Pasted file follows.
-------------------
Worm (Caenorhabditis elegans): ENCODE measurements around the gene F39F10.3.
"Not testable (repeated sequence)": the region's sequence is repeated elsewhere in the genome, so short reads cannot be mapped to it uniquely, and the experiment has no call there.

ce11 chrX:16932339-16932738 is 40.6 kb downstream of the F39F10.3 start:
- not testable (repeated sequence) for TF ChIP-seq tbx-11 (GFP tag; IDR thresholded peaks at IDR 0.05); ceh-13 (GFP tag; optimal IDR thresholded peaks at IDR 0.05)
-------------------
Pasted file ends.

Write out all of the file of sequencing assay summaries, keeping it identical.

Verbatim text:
Worm (Caenorhabditis elegans): ENCODE measurements around the gene F39F10.3.
"Not testable (repeated sequence)": the region's sequence is repeated elsewhere in the genome, so short reads cannot be mapped to it uniquely, and the experiment has no call there.

ce11 chrX:16932339-16932738 is 40.6 kb downstream of the F39F10.3 start:
- not testable (repeated sequence) for TF ChIP-seq tbx-11 (GFP tag; IDR thresholded peaks at IDR 0.05); ceh-13 (GFP tag; optimal IDR thresholded peaks at IDR 0.05)